Wednesday

Travel to Perth. It's a bit of a homecoming for me, because I played club cricket for the University three years ago. Those months helped me to mature as a bloke. Ed Joyce also played at the club and he and I go along to a social, fundraising evening. I have good memories. I recall being an up-and-coming England player. When I got here there was no guarantee of a first-team place.

Thursday

A ferry up the Swan River with Lucy and a wander round Fremantle. Kylie Minogue in concert in the evening. It's important just to get away from cricket.

Friday

Back to the nets at the Waca. It's a light session but we have to turn our thoughts to the Third Test.

Saturday

Excused duties at the ground but went for a workout at the gym and then had an hour against a bowling machine in a net. Feel fresh and restored. Twelfth man tomorrow. A lot to do, but we still believe we can do it. We have to.

Have you tried new the Independent Digital Edition apps?
Caption competition
Caption competition
Latest stories from i100
Daily Quiz
Have you tried new the Independent Digital Edition apps?
Independent Dating
and  

By clicking 'Search' you
are agreeing to our
Terms of Use.

Career Services

Day In a Page

Syrian conflict is the world's first 'climate change war', say scientists, but it won't be the last one

Climate change key in Syrian conflict

And it will trigger more war in future
How I outwitted the Gestapo

How I outwitted the Gestapo

My life as a Jew in wartime Berlin
The nation's favourite animal revealed

The nation's favourite animal revealed

Women like cuddly creatures whilst men like creepy-crawlies
Is this the way to get young people to vote?

Getting young people to vote

From #VOTESELFISH to Bite the Ballot
Poldark star Heida Reed: 'I don't think a single bodice gets ripped'

Poldark star Heida Reed

'I don't think a single bodice gets ripped'
The difference between America and Israel? There isn’t one

The difference between America and Israel? There isn’t one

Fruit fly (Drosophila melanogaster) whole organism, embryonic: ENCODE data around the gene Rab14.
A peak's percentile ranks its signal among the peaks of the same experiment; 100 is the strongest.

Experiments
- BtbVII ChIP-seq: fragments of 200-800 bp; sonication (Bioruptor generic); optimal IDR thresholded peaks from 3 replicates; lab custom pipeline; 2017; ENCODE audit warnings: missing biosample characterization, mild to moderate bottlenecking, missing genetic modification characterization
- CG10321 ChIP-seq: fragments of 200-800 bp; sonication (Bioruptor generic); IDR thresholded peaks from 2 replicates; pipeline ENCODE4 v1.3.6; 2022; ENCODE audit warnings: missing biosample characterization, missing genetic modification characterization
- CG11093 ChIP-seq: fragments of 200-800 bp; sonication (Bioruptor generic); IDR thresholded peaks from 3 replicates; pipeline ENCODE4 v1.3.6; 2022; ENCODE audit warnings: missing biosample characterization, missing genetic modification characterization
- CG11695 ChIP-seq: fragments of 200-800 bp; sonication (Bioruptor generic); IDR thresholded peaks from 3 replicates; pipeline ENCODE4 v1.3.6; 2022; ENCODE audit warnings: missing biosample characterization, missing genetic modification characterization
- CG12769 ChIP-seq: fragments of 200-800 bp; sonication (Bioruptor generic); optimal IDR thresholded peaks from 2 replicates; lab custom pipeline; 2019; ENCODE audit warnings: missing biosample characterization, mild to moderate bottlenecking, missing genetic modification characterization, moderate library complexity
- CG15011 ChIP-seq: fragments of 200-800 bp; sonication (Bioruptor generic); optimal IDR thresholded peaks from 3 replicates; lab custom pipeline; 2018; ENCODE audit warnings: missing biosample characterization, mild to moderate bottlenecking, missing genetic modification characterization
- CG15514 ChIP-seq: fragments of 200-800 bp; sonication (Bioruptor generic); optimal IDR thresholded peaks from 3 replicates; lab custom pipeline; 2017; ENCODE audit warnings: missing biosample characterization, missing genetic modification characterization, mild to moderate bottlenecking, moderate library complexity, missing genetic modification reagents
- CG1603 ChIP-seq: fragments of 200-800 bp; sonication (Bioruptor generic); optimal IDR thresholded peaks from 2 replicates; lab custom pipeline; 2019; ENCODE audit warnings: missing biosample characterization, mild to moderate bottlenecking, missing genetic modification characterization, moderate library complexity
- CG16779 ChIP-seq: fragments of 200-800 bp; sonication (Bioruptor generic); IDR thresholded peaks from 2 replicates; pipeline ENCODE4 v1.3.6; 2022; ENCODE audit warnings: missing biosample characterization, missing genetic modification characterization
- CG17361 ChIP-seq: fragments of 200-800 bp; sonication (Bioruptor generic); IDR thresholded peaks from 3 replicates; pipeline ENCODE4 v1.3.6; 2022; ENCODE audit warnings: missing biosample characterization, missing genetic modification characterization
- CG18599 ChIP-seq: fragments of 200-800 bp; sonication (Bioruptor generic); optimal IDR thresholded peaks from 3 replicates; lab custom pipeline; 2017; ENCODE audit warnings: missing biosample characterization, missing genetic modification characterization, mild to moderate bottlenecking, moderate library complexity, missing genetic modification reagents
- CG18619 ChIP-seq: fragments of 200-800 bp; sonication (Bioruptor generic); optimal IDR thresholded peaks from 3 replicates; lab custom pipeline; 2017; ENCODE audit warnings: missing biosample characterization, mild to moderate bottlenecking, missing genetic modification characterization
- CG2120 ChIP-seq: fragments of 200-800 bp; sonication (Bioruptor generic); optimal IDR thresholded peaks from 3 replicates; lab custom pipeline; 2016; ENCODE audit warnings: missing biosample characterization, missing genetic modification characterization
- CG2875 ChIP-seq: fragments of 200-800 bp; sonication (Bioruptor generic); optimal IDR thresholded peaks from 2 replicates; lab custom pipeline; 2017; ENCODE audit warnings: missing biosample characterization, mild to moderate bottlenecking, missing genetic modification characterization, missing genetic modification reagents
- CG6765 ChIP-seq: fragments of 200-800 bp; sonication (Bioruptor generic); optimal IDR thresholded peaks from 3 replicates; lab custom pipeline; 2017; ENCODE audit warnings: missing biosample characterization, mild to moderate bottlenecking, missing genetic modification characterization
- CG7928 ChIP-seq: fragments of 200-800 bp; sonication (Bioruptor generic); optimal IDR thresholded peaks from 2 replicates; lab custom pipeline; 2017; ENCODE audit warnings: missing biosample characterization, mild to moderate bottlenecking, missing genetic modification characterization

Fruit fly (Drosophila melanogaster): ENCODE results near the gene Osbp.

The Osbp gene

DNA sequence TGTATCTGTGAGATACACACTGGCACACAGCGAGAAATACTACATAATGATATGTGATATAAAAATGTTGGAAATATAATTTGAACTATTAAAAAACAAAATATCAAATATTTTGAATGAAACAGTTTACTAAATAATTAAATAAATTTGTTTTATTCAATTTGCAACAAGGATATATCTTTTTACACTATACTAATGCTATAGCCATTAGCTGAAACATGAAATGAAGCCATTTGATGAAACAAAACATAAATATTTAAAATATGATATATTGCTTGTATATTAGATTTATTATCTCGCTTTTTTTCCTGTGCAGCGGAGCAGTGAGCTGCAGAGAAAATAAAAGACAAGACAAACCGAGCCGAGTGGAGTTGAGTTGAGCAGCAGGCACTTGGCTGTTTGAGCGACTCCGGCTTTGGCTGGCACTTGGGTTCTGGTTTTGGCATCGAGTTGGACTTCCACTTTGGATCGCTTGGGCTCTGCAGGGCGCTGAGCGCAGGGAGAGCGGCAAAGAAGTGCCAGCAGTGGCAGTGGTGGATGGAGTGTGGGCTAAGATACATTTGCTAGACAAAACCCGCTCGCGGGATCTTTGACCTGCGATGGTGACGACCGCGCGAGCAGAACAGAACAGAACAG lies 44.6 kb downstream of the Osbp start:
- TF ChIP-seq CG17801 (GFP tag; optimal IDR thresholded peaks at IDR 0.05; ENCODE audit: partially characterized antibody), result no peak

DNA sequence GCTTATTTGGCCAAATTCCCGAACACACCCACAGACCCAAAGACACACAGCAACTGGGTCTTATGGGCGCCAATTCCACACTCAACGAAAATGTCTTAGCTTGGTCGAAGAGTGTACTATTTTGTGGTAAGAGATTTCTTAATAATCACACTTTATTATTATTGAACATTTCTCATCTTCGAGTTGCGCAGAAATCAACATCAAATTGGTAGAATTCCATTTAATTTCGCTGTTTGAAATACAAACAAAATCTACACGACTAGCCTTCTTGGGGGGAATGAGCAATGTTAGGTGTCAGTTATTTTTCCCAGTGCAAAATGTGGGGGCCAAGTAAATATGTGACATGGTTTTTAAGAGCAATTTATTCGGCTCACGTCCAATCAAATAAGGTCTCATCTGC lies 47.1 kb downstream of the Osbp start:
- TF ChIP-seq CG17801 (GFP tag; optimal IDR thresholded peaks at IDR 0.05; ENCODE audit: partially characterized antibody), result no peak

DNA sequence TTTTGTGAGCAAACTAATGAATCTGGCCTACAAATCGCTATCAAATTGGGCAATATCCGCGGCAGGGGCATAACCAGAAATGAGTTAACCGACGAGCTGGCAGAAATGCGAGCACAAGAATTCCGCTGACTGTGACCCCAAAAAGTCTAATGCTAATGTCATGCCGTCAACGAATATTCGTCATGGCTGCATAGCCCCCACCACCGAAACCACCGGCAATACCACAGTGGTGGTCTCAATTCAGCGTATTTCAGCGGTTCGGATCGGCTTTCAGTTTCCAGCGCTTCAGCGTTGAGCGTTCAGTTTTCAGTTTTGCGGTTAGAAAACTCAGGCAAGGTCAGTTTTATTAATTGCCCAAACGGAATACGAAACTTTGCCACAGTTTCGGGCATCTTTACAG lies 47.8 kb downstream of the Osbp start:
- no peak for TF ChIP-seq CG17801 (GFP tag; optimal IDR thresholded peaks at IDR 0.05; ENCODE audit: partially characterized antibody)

Netanyahu knows he can get away with anything in America, says Robert Fisk
Families clubbing together to build their own affordable accommodation

Do It Yourself approach to securing a new house

Community land trusts marking a new trend for taking the initiative away from developers
Head of WWF UK: We didn’t send Cameron to the Arctic to see green ideas freeze

David Nussbaum: We didn’t send Cameron to the Arctic to see green ideas freeze

The head of WWF UK remains sanguine despite the Government’s failure to live up to its pledges on the environment
Author Kazuo Ishiguro on being inspired by shoot-outs and samurai

Author Kazuo Ishiguro on being inspired by shoot-outs and samurai

Set in a mythologised 5th-century Britain, ‘The Buried Giant’ is a strange beast
With money, corruption and drugs, this monk fears Buddhism in Thailand is a ‘poisoned fruit’

Money, corruption and drugs

The monk who fears Buddhism in Thailand is a ‘poisoned fruit’
America's first slavery museum established at Django Unchained plantation - 150 years after slavery outlawed

150 years after it was outlawed...

... America's first slavery museum is established in Louisiana
Kelly Clarkson: How I snubbed Simon Cowell and become a Grammy-winning superstar

Kelly Clarkson: How I snubbed Simon Cowell and become a Grammy-winning superstar

The first 'American Idol' winner on how she manages to remain her own woman – Jane Austen fascination and all
Tony Oursler on exploring our uneasy relationship with technology with his new show

You won't believe your eyes

Tony Oursler's new show explores our uneasy relationship with technology. He's one of a growing number of artists with that preoccupation
Ian Herbert: Peter Moores must go. He should never have been brought back to fail again

Moores must go. He should never have been brought back to fail again

The England coach leaves players to find solutions - which makes you wonder where he adds value, says Ian Herbert
War with Isis: Fears that the looming battle for Mosul will unleash 'a million refugees'

The battle for Mosul will unleash 'a million refugees'

Aid agencies prepare for vast exodus following planned Iraqi offensive against the Isis-held city, reports Patrick Cockburn